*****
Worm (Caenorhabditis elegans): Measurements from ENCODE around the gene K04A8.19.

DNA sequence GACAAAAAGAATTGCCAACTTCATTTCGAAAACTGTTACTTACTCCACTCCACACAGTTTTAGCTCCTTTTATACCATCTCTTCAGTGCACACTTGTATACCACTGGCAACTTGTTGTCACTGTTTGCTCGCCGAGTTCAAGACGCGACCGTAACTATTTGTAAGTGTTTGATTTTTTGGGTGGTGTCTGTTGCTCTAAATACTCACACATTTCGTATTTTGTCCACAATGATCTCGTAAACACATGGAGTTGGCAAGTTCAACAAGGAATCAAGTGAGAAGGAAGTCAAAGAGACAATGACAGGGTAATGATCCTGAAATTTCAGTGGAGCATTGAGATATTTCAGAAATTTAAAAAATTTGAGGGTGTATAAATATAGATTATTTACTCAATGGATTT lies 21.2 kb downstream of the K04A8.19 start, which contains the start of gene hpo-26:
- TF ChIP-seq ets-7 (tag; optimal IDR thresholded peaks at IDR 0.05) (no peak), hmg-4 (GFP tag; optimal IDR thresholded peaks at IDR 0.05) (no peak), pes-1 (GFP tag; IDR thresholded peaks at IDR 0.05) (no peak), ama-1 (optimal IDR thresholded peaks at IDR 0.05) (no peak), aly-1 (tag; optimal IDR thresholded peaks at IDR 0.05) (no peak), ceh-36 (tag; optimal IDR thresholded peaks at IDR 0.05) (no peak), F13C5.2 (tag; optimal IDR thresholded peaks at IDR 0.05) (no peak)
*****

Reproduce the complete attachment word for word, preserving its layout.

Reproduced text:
Worm (Caenorhabditis elegans): Measurements from ENCODE around the gene K04A8.19.

DNA sequence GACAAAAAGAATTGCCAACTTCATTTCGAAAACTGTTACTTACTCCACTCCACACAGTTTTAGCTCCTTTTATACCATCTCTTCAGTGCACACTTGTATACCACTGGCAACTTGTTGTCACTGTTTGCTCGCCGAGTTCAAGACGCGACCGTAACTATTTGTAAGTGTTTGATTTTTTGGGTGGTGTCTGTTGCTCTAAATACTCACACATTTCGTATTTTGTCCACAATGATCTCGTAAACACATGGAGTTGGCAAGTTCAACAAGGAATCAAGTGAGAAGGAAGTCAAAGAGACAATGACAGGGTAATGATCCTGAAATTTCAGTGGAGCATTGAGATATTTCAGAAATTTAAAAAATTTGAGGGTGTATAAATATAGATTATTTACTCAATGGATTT lies 21.2 kb downstream of the K04A8.19 start, which contains the start of gene hpo-26:
- TF ChIP-seq ets-7 (tag; optimal IDR thresholded peaks at IDR 0.05) (no peak), hmg-4 (GFP tag; optimal IDR thresholded peaks at IDR 0.05) (no peak), pes-1 (GFP tag; IDR thresholded peaks at IDR 0.05) (no peak), ama-1 (optimal IDR thresholded peaks at IDR 0.05) (no peak), aly-1 (tag; optimal IDR thresholded peaks at IDR 0.05) (no peak), ceh-36 (tag; optimal IDR thresholded peaks at IDR 0.05) (no peak), F13C5.2 (tag; optimal IDR thresholded peaks at IDR 0.05) (no peak)